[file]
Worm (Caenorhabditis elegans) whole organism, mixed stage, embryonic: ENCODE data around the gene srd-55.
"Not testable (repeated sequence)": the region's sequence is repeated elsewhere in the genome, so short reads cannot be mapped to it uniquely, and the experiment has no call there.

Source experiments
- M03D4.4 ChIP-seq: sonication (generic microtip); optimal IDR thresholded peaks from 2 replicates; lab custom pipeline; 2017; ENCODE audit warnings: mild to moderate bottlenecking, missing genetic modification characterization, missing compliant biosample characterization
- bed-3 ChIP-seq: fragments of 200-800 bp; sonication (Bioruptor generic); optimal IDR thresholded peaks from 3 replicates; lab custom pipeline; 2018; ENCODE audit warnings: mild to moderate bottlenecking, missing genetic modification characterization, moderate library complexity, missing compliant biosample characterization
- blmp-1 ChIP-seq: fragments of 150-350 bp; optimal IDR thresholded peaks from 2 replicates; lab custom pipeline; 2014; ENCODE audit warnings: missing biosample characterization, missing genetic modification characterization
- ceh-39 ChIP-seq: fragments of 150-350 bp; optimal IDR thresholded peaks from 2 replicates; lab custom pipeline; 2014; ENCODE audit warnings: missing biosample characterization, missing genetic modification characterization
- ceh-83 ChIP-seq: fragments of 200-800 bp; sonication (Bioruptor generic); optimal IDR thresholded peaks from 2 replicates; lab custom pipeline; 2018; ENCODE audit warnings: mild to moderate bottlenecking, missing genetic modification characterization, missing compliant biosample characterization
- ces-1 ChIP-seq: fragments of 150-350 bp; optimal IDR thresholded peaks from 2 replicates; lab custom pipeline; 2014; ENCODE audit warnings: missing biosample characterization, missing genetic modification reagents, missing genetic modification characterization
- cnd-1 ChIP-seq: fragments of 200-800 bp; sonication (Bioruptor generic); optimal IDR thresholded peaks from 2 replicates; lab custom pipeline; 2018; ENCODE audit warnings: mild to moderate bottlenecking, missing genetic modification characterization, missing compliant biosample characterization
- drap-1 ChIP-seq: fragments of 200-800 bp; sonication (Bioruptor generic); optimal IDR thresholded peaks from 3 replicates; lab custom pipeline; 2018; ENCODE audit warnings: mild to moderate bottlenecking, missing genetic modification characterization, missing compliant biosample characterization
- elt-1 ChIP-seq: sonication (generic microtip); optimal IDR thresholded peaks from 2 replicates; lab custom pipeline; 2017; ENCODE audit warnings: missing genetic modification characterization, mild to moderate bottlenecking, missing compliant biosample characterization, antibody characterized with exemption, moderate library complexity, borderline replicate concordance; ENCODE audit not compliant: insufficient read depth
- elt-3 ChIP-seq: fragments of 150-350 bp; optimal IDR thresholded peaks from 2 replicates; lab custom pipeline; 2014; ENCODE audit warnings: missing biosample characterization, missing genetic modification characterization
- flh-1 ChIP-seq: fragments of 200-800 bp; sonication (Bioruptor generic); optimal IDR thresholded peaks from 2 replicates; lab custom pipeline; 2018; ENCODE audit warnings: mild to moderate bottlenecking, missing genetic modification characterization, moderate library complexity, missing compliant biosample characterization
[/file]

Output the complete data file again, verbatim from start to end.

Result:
Worm (Caenorhabditis elegans) whole organism, mixed stage, embryonic: ENCODE data around the gene srd-55.
"Not testable (repeated sequence)": the region's sequence is repeated elsewhere in the genome, so short reads cannot be mapped to it uniquely, and the experiment has no call there.

Source experiments
- M03D4.4 ChIP-seq: sonication (generic microtip); optimal IDR thresholded peaks from 2 replicates; lab custom pipeline; 2017; ENCODE audit warnings: mild to moderate bottlenecking, missing genetic modification characterization, missing compliant biosample characterization
- bed-3 ChIP-seq: fragments of 200-800 bp; sonication (Bioruptor generic); optimal IDR thresholded peaks from 3 replicates; lab custom pipeline; 2018; ENCODE audit warnings: mild to moderate bottlenecking, missing genetic modification characterization, moderate library complexity, missing compliant biosample characterization
- blmp-1 ChIP-seq: fragments of 150-350 bp; optimal IDR thresholded peaks from 2 replicates; lab custom pipeline; 2014; ENCODE audit warnings: missing biosample characterization, missing genetic modification characterization
- ceh-39 ChIP-seq: fragments of 150-350 bp; optimal IDR thresholded peaks from 2 replicates; lab custom pipeline; 2014; ENCODE audit warnings: missing biosample characterization, missing genetic modification characterization
- ceh-83 ChIP-seq: fragments of 200-800 bp; sonication (Bioruptor generic); optimal IDR thresholded peaks from 2 replicates; lab custom pipeline; 2018; ENCODE audit warnings: mild to moderate bottlenecking, missing genetic modification characterization, missing compliant biosample characterization
- ces-1 ChIP-seq: fragments of 150-350 bp; optimal IDR thresholded peaks from 2 replicates; lab custom pipeline; 2014; ENCODE audit warnings: missing biosample characterization, missing genetic modification reagents, missing genetic modification characterization
- cnd-1 ChIP-seq: fragments of 200-800 bp; sonication (Bioruptor generic); optimal IDR thresholded peaks from 2 replicates; lab custom pipeline; 2018; ENCODE audit warnings: mild to moderate bottlenecking, missing genetic modification characterization, missing compliant biosample characterization
- drap-1 ChIP-seq: fragments of 200-800 bp; sonication (Bioruptor generic); optimal IDR thresholded peaks from 3 replicates; lab custom pipeline; 2018; ENCODE audit warnings: mild to moderate bottlenecking, missing genetic modification characterization, missing compliant biosample characterization
- elt-1 ChIP-seq: sonication (generic microtip); optimal IDR thresholded peaks from 2 replicates; lab custom pipeline; 2017; ENCODE audit warnings: missing genetic modification characterization, mild to moderate bottlenecking, missing compliant biosample characterization, antibody characterized with exemption, moderate library complexity, borderline replicate concordance; ENCODE audit not compliant: insufficient read depth
- elt-3 ChIP-seq: fragments of 150-350 bp; optimal IDR thresholded peaks from 2 replicates; lab custom pipeline; 2014; ENCODE audit warnings: missing biosample characterization, missing genetic modification characterization
- flh-1 ChIP-seq: fragments of 200-800 bp; sonication (Bioruptor generic); optimal IDR thresholded peaks from 2 replicates; lab custom pipeline; 2018; ENCODE audit warnings: mild to moderate bottlenecking, missing genetic modification characterization, moderate library complexity, missing compliant biosample characterization